Grants Fuel Equitable Health Programs and Help Community Recover from COVID
The $10 million gift United Way of Berks County received from philanthropist MacKenzie Scott in 2020 arrived as the community was facing unprecedented demands for help caused by the pandemic’s social, health and economic upheaval.
With the support of this gift, United Way established three types of community grant opportunities to expand community impact work beyond the organization’s annual program investments. COVID Response-related grants supported immediate and essential needs, helping those impacted the most by the pandemic. Impact Grants were awarded to seven nonprofit recipients to expand programming and capacity to serve Berks County’s most vulnerable residents, including: Berks County Mediation Prevention Project, program of MidPenn Legal; Berks Latino Workforce Development Corporation; Helping Harvest; Street Medicine Program, a program of the Reading Hospital; Strong Program, managed by Mary’s Shelter; PA 211 East; and Second Street Learning Center.
Most recently, United Way’s board of directors approved the first of its Focused Grants aiming to close gaps in health inequities. “We recognize the impact of COVID will be felt for the next several years. These Focus Grants present new opportunities to reduce the disparities in areas exacerbated by the pandemic,” said Tammy White, President of United Way of Berks County.
Focused Grant recipients include:
- Berks Counseling Center (BCC) received $186,200 for the first year of a three-year funding plan, totaling more than $678,000. The grant will allow the agency to increase services to meet the growing mental health needs of Berks County children. Since the onset of the pandemic, the mental health of children and youth has been front and center, with young children, teens, LGBTQ youth, and children of color being particularly vulnerable to negative mental health consequences of the pandemic, according to the Center for Disease Control. BCC experienced a 48% increase in treating children between 2019 and 2021, with additional increases seen to-date this year. With the grant, BCC plans to hire new staff and establish an Intensive Outpatient Program to include health/wellness activities and promote family engagement in treatment. BCC conducts community outreach to schools, pediatric providers, juvenile probation and other child/adolescent entities.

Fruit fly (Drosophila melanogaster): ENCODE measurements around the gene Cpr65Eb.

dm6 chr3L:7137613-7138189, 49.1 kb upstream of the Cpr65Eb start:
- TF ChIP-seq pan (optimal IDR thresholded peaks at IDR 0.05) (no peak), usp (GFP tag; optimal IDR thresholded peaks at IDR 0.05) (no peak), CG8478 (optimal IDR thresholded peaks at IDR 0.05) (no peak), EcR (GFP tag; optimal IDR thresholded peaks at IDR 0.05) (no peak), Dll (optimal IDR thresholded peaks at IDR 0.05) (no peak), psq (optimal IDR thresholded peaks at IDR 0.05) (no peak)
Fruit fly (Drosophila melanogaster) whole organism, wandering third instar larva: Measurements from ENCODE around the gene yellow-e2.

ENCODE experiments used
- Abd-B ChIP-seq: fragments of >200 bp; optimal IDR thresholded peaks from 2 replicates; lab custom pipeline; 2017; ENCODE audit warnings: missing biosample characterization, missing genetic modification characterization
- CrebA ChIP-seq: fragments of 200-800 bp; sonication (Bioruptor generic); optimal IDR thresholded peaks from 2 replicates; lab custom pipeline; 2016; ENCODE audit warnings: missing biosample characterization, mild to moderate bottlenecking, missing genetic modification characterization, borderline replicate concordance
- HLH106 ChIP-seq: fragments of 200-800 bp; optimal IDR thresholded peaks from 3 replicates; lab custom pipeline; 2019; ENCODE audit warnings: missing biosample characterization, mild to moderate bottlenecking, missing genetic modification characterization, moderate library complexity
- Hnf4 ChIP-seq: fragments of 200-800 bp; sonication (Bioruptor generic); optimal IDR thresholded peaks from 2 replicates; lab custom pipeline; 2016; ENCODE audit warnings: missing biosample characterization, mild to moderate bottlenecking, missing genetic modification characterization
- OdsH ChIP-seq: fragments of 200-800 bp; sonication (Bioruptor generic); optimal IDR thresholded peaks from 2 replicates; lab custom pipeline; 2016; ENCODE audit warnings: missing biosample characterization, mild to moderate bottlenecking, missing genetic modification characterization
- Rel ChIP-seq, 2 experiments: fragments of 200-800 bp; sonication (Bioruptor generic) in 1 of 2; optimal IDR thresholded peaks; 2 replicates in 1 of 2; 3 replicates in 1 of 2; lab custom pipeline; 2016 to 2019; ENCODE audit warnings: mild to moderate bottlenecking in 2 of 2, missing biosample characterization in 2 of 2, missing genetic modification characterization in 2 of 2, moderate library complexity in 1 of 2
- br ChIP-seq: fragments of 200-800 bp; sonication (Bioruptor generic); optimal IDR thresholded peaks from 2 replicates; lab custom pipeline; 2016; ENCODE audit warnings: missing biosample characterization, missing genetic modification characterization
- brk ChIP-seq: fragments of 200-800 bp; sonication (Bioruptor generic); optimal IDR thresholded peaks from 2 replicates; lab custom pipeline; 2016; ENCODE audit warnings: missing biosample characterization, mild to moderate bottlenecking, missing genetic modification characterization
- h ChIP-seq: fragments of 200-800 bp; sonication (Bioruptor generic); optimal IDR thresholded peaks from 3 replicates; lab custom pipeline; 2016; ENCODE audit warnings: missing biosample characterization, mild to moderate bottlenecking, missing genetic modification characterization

- A second Focused Grant was awarded to the LGBT Center of Greater Reading in the amount of $128,400 for year one of a three-year funding request totaling over $377,000. Funding will expand staffing to support a multi-pronged program centered on counseling, physical health impacts, including access to food and personal hygiene needs, and supports for individuals identified on the Autism spectrum. The Center is the only organization providing inclusively led services directly to the LGBT community.
The full three-year Focused Grant funding will be deployed contingent on program performance being met.
To date, nearly $3,000,000 of the MacKenzie Scott gift has been invested in community grant opportunities, providing help and hope to more than 127,000 individuals of all ages and backgrounds. Additional Focused Grants centered on workforce development programs and initiatives are currently under review, with an anticipated announcement taking place in the spring timeframe.
“United Way of Berks County is grateful to have the resources to make these grants. It is an opportunity to accelerate help and hope for those most impacted by the pandemic. The grants will expand services and improve access to meet some our community’s most pressing needs,” added Scott Rehr, Chair of United Way’s Board of Directors.